Training tips on which classroom game show template works best for different topics

Which Game Shows Should you use for Which Topics?

Trainers who use game shows don't all fit under the same category. We've had trainers use game shows for training topics like: new product training, harassment, OSHA procedures, sales solutions, and even subjects like rocket science. It stands to reason, then, that not all game shows can fit all these diverse topics. Some game shows will fit topics more naturally than others.
Sensitive Topics and Judgment Examples:
Diversity, Human Resources, Harassment, Ethics, etc.

Game shows for sensitive topics and judgment calls should spur discussion and thought around a topic. They should also include flexible and open-ended questions with plenty of time for contestants to elaborate on their answers that also have room for interpretation and explanation.

Game shows that work best are: Tic Tac Toe, Who Wants to be a Millionaire-style games, and Wheel of Fortune-style games.

Facts Examples:
Policies, Product specifications, etc.

Game shows for fact-based information should be rapid, repetitive and should inspire quick recall.

Game shows with multiple choice and short answer (no more than 2-3 word responses required) questions.

Game shows that work best are: Jeopardy-style games, Who Wants to be a Millionaire-style games, and Knowledge Bowl-style games.

Skills Examples:
Leadership, Product Management, etc.

Game shows for skills training should allow trainees to demonstrate their knowledge in an open-ended environment with follow-up or bonus question opportunities. Flexible game show formats and the ability to bend the rules and add physical challenges are a must.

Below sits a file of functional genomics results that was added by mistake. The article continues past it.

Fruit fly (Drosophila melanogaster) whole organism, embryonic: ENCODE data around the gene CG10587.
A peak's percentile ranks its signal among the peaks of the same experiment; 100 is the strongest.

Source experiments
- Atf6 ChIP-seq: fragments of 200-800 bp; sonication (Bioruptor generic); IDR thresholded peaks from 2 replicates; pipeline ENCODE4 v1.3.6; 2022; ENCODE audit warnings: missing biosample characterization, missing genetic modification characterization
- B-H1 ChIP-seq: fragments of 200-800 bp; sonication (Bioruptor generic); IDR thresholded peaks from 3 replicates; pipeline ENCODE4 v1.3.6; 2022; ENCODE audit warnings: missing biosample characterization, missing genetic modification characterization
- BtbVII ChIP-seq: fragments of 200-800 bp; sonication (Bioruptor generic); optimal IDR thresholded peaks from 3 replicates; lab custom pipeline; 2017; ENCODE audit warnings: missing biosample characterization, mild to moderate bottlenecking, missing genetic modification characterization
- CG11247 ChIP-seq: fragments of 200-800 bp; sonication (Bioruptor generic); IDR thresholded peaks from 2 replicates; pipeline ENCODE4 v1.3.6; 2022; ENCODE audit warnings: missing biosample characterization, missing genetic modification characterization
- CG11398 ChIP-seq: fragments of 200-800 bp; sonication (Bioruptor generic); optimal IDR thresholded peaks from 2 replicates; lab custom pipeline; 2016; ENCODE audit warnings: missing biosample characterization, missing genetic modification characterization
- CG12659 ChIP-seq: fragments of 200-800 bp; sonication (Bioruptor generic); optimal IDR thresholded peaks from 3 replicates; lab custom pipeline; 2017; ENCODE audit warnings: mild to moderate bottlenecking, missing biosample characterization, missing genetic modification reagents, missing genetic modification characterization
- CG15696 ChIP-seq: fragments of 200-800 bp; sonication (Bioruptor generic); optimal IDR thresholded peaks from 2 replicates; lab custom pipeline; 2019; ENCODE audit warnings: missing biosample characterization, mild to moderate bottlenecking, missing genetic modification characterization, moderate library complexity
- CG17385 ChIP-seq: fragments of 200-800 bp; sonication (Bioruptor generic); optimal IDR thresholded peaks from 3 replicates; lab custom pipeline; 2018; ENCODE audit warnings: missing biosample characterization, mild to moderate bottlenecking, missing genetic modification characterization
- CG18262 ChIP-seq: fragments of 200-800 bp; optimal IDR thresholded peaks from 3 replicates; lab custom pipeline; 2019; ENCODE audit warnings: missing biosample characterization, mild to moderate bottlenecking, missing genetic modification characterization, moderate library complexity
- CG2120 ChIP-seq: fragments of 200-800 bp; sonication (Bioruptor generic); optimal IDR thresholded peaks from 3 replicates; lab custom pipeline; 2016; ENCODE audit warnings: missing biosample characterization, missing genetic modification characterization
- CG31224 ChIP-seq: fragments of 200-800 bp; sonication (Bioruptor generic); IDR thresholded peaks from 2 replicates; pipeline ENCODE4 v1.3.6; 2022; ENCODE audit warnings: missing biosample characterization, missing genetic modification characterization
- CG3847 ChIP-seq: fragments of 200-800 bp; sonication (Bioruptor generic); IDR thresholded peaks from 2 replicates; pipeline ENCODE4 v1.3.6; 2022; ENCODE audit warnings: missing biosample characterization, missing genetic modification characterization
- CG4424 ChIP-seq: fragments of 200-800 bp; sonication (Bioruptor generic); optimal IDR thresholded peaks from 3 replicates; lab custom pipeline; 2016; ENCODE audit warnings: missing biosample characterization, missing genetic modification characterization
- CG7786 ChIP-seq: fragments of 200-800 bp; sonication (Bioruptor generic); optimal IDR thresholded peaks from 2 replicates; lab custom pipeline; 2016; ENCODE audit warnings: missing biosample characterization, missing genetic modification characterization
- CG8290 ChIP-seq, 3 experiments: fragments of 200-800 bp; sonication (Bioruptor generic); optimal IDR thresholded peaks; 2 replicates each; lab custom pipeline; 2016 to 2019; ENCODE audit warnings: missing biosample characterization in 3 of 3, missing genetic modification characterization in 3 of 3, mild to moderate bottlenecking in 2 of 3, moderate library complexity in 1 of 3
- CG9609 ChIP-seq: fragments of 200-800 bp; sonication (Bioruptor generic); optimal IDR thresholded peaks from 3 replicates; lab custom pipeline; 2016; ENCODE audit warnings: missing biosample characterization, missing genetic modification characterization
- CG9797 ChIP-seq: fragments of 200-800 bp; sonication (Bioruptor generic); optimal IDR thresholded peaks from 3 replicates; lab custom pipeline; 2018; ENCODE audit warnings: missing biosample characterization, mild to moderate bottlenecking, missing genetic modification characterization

Game shows that work best are: Tic Tac Toe, Who Wants to be a Millionaire-style games, and Knowledge Bowl-style games.

Reasoning and Behaviors Examples:
Tactical thinking, Problem Solving, Creative Solutions, Supervision, Setting Examples, etc.

Game shows for reasoning and behavior practice require an open venue for trainees to brainstorm and create longer, more involved answers that lead to discussion. Game shows with open-ended questions, unlimited or manual timers and loose structures work best for demonstrating reasoning and behaviors.

Game shows that work best are: Tic Tac Toe, Who Wants to be a Millionaire-style games, Wheel of Fortune-style games and--for guided brainstorming-Family Feud-style games and Knowledge Bowl-style games.

Processes, Procedures and Systems Examples:
Assembling a Planogram, Auditing and Editing, Filling out Documents, etc.

Game shows for processes, procedures and systems often rely on steps and chronology. Trainers want trainees to remember specific steps in order, and be able to demonstrate those steps.

Game shows that work best are: Family Feud-style games and Knowledge Bowl-style games. Jeopardy-style games can also work for specific step and process questions.

Language Examples:
Business Acronyms, Professional Jargon, Foreign Language, Programming, etc.

Game shows for languages can range from simple question-and-answer game shows to practice a language, or quick fact-based recall game shows to test recollection and retention of acronyms.

Game shows that work best are: Jeopardy-style games, Family Feud-style games, and Knowledge bowl-style games (for quick recall of things like acronyms and jargon), Tic Tac Toe, Who Wants to be a Millionaire, and Wheel of Fortune-style games (for more in-depth language practice).